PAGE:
Ever wonder how the federal government would act if it were subjected to some arbitrary and costly regulatory pressures? Here's a tale of runway rule-making inside the government that, if it didn't involve our handicapped neighbors and our money in the end, might be amusing.

Today is the day that the Architectural and Transportion Barrier Compliance Board (ATBCB) meets publicly to put the final touches on a rule that officials in the Office of Management and Budget and other agencies of the federal government believe will cost billions of dollars to implement. There have been more than 200 comments and some of them are being worked into the final rule. A second meeting is scheduled for Tuesday, when the 22-person board is expected to approve the rule.

The rule will set minimum guidelines for making federal buildings more accessible and useable by the handicapped. As originally presented for comment in the Aug. 18 Federal Register (page 55010), the rule would require federally owned or leased buildings (including many of those where the government only rents some space) to have at least one specially built entrance for the handicapped; special toilet facilities and bathing facilities (if bathing facilities are provided for other employes); special telephones; special elevators and elevator equipment; special windows; special handrails and ramps and warning provisions that can be felt as well as seen (such as ridges on the floor); special drinking fountains; special parking and loading zones; special seating, tables and work areas, and special assembly areas.

In presenting its ideas, ATBCB, which has fewer than 30 employes and a $2.3 million budget, declared it had not provided any economic analysis of the costs involved in meeting its guidelines, but promised to produce them "if it appears that cost factors could significantly impact the economy . . . or if it generates substantial controversy."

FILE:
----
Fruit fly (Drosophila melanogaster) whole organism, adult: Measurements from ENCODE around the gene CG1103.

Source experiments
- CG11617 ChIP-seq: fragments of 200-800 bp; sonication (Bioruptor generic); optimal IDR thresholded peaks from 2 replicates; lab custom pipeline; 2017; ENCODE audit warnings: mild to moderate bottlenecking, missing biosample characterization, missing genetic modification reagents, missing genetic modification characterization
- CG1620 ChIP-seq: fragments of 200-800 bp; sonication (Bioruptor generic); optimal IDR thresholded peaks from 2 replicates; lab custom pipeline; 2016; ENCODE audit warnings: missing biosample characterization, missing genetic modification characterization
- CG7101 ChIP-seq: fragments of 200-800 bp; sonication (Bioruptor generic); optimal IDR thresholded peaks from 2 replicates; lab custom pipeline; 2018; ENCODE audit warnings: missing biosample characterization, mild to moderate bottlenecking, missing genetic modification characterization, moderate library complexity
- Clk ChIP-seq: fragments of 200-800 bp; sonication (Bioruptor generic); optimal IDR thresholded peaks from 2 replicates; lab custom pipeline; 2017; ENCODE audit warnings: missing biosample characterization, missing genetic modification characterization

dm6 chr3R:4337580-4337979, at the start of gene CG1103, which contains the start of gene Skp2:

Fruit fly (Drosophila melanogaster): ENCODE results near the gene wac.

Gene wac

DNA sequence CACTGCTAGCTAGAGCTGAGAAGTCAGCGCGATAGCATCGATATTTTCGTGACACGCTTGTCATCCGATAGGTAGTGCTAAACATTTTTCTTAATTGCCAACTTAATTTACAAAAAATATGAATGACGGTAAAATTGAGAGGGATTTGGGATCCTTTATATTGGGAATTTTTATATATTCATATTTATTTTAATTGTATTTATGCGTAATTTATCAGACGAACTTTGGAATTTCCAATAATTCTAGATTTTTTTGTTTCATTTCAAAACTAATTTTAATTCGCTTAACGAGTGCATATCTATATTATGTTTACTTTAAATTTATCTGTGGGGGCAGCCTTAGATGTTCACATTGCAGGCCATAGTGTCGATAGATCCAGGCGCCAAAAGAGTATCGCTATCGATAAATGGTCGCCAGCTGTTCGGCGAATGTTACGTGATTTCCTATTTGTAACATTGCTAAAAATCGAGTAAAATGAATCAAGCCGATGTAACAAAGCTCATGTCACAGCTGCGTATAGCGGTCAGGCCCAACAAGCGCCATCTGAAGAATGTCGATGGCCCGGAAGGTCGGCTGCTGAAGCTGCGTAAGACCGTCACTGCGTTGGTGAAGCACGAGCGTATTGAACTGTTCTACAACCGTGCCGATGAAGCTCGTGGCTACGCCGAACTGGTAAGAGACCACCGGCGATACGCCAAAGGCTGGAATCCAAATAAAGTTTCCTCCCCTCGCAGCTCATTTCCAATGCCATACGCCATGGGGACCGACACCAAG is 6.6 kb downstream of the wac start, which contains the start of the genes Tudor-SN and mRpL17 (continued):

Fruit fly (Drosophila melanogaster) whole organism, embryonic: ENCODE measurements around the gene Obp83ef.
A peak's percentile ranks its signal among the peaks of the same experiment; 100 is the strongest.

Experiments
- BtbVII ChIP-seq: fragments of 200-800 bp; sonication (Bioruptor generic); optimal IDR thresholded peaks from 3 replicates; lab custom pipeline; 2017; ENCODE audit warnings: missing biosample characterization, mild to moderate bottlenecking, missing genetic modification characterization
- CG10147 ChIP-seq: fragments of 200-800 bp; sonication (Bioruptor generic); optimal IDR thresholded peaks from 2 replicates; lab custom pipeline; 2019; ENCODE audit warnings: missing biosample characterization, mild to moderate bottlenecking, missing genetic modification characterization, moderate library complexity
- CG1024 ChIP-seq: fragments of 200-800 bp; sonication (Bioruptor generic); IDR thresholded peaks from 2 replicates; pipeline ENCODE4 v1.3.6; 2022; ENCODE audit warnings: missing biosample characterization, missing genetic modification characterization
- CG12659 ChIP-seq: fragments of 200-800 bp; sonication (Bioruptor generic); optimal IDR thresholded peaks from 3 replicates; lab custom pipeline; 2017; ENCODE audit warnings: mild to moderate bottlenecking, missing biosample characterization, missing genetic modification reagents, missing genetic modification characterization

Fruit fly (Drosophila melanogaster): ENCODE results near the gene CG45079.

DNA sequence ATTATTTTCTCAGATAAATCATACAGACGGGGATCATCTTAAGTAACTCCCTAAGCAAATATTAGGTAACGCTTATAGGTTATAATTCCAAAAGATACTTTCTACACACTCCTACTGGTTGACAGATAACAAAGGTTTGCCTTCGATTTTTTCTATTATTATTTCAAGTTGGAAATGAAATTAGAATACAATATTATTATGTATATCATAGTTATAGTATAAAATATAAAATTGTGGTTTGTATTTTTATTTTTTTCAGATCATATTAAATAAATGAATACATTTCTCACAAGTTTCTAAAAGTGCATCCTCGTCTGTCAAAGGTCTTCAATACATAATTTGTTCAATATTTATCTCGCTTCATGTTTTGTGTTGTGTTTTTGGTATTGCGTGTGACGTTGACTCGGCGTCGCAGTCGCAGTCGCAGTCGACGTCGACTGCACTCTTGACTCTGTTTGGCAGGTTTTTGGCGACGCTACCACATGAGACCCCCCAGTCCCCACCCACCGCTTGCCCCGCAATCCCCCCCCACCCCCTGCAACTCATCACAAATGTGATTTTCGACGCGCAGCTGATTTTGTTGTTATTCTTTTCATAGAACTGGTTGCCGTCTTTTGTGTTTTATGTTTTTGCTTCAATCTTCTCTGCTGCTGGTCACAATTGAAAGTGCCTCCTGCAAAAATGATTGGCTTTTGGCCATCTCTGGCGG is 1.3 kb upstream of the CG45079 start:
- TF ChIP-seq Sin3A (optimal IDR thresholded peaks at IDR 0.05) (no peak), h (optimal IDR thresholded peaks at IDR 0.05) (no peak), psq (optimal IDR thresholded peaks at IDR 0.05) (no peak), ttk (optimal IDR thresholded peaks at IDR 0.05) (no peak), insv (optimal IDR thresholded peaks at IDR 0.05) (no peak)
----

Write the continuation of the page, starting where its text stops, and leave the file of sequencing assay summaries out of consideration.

The proposed guidelines have become highly controversial, but as of now, according to ATBCB sources, there still is no economic analysis. To get a bit of the flavor of how this inside-government regulation problem is going, the Council on Wage and Price Stability was encouraged to get into the matter and in October urged ATBCB to hold off on its final rule "until it can incorporate cost-effectiveness principles that ensure the largest possible gains in accessibility per dollar of cost to society."

That approach apparently did not work, for ATBCB pushed right ahead. The Justice Department was called in to render some legal opinions on a few of the proposals. The Justice response came last week, and the changes the department suggested are expected to be incorporated into the final rule at the ATBCB working session today.

Several Carter administration officials, who are strong believers in doing more to help the handicapped, have brought this particular rule to my attention because they think the board's expected action and the costs it will generate will turn the incoming Reagan administration totally against the program.